No, unfortunately you will need to get the old teak decks up, fix any damage done to the wood core by water, fill all the holes and clean off all the old goop used to put the teak down. Also, be aware that some boats with teak decks used the teak to give the deck stiffness, so you may need to beef up the deck structure too. In summary, it’s a big and nasty job, but you will have a much better boat when it is done.

  • Mike R Feb 18, 2012, 9:09 pm

    Hi John,

    Just wanted to see how the decks ad holding up? We want to use tread master on our decks and several folks have mentioned that it does not hold up well ( UV, staining, etc). Your opinion weighs a lot heavier than most so my wife and I thought we would ask.

    Thanks,

    Mike

    • John Feb 19, 2012, 9:55 am

      Hi Mike,

      Our Treadmaster is holding up very well after seven years and we are still very happy with it. But then we think of our boat as an expedition sailboat, not a yacht, and therefore a few cosmetic blemishes don’t matter to us.

      I think that your level of happiness will depend on your expectations. If you are the kind of owner that likes to keep their boat in perfect yacht shape with polished stainless steel, gleaming varnish and perfect paint work, then Treadmaster will be a disappointment to you: Stains do show, although they fade with time. And there does seem to be a bit of fading from UV.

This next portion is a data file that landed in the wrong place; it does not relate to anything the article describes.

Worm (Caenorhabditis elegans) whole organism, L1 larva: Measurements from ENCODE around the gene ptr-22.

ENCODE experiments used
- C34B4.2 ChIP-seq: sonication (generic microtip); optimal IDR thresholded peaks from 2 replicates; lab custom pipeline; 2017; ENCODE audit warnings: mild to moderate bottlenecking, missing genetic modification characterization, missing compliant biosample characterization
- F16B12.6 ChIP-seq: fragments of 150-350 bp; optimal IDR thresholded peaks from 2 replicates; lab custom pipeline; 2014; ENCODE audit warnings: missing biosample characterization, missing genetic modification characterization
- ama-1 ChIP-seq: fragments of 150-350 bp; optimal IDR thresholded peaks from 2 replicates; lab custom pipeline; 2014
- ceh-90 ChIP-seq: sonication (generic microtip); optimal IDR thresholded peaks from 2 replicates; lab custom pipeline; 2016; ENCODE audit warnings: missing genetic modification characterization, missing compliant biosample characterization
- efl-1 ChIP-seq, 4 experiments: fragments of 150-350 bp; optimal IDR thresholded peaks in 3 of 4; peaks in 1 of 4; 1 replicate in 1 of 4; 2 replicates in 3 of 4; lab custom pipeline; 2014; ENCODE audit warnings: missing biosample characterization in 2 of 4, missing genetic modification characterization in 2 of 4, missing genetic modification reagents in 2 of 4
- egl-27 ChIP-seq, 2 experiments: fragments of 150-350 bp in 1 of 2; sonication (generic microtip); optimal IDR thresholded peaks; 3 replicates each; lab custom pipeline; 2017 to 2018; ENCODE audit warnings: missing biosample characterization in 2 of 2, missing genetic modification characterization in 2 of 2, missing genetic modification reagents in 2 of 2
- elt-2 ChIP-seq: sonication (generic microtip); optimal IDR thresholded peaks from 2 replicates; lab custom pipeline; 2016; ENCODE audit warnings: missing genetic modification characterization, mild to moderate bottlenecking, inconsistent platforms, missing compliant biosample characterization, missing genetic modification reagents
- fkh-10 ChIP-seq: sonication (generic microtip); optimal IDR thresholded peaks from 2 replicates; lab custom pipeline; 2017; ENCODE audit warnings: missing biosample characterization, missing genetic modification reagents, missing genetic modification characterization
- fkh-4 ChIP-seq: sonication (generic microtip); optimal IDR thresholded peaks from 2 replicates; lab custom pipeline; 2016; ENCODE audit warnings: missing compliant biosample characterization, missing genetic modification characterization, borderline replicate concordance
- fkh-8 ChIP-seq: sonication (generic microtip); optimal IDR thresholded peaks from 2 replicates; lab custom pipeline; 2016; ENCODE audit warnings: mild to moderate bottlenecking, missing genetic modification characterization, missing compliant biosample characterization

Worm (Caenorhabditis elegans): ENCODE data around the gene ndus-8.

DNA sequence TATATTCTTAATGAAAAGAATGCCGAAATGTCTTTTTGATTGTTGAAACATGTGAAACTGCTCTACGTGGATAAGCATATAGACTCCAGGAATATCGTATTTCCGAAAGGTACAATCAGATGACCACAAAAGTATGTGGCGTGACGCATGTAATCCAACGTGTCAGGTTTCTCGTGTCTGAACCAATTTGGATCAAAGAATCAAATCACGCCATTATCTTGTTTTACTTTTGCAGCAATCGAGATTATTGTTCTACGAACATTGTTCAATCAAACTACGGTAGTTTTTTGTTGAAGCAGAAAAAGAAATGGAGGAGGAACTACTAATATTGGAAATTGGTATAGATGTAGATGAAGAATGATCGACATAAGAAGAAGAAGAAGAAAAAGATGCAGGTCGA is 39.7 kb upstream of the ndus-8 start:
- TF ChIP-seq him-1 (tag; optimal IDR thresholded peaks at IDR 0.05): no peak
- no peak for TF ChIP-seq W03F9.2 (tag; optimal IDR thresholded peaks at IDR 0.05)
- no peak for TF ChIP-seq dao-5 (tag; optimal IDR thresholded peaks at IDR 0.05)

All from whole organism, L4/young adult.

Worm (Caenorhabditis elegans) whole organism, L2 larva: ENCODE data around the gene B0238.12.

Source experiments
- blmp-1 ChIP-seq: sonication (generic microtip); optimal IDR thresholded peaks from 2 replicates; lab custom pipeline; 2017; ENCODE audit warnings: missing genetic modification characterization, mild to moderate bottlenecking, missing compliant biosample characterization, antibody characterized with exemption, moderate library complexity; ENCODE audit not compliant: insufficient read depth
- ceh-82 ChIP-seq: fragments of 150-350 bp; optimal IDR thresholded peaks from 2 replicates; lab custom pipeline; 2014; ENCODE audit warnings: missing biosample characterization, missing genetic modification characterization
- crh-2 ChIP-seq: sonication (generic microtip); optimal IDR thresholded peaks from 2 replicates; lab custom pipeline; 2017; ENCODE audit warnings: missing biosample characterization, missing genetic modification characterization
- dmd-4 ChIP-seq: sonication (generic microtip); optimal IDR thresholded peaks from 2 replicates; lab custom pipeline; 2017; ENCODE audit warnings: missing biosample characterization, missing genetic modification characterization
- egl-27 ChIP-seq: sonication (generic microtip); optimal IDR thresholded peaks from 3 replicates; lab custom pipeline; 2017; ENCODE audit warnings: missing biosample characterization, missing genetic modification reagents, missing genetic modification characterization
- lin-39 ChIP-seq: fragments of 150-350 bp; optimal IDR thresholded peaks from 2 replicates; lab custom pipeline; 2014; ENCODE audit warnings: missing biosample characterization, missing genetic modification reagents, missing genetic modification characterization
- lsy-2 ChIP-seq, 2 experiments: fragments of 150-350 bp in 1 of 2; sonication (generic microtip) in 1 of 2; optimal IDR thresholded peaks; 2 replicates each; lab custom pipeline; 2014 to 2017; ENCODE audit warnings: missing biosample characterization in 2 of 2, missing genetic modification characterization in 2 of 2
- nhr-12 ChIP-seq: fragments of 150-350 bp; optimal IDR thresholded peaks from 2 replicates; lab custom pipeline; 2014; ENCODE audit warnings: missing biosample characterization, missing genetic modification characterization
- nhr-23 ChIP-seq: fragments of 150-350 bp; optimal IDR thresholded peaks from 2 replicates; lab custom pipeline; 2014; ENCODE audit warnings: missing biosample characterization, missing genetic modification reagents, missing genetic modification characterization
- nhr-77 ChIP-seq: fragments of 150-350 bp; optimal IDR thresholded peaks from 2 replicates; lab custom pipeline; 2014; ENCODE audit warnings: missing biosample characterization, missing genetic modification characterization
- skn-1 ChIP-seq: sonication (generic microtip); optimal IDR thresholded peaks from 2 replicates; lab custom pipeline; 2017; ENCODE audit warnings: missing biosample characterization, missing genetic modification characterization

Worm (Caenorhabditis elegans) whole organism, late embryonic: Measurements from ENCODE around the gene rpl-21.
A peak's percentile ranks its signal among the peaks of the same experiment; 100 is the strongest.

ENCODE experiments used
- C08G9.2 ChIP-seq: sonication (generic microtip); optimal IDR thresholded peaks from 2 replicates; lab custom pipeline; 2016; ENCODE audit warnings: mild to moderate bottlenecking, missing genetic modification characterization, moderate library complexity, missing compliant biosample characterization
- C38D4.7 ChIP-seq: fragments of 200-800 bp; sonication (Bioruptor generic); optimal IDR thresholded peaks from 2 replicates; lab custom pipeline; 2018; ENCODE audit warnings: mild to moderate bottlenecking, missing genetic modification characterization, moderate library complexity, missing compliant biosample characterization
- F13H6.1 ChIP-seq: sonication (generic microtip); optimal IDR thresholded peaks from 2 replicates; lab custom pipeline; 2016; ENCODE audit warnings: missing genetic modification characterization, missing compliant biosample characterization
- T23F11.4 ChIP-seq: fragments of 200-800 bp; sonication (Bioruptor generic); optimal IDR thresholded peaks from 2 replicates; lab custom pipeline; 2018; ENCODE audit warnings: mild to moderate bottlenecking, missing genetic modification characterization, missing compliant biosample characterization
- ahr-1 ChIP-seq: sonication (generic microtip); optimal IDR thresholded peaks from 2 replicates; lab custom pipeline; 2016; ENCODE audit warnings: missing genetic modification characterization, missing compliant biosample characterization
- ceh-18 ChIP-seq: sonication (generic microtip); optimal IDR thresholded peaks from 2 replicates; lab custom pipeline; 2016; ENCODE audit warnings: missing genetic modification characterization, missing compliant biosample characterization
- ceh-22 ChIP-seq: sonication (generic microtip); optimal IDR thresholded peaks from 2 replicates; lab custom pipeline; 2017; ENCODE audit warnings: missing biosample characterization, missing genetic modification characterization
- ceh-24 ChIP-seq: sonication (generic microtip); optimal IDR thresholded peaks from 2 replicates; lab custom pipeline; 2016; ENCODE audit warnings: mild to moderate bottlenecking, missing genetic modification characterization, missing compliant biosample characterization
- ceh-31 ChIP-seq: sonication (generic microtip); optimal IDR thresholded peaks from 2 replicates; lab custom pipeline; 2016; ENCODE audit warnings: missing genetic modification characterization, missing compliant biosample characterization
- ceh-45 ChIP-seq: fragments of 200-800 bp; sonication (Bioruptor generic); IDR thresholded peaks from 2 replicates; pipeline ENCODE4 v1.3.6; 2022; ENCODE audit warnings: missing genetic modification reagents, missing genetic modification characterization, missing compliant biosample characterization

And, as Colin said in an earlier post, replacing Treadmaster is a nightmare job.

  • Mike R Feb 19, 2012, 3:30 pm

    John,

    Thanks for the information. We like commercial.

    We’ve read a few reviews about the stuff and folks complain about it not lasting but mention that they have gotten 15 plus years out of it. I think that’s pretty fair given the environment we operate in.

    Mike

  • T Keenan Apr 3, 2017, 3:51 pm

    Cannot find an article on installing T-Tracks on teak decks— So Phyllis suggested me posting my query underneath this heading.

    Background and question:
    I have teak decks (on an F&C 44′ Ketch [ARG]) and I wondered what some installation tips might be for installing my new Schaefer T-Tracks? Old installation= they are through bolted deck/fiberglass with nuts and washers on the back side and use black 4200 caulking to seal and adhere it to the deck. This installation appears to be lacking something– as the cars touch and slide against the deck… depending on moisture levels… I just wondered if it didn’t make sense to possibly install a thin 1/4″ of wonderboard to provide a lift off of the deck and allow easier cleaning/water flow.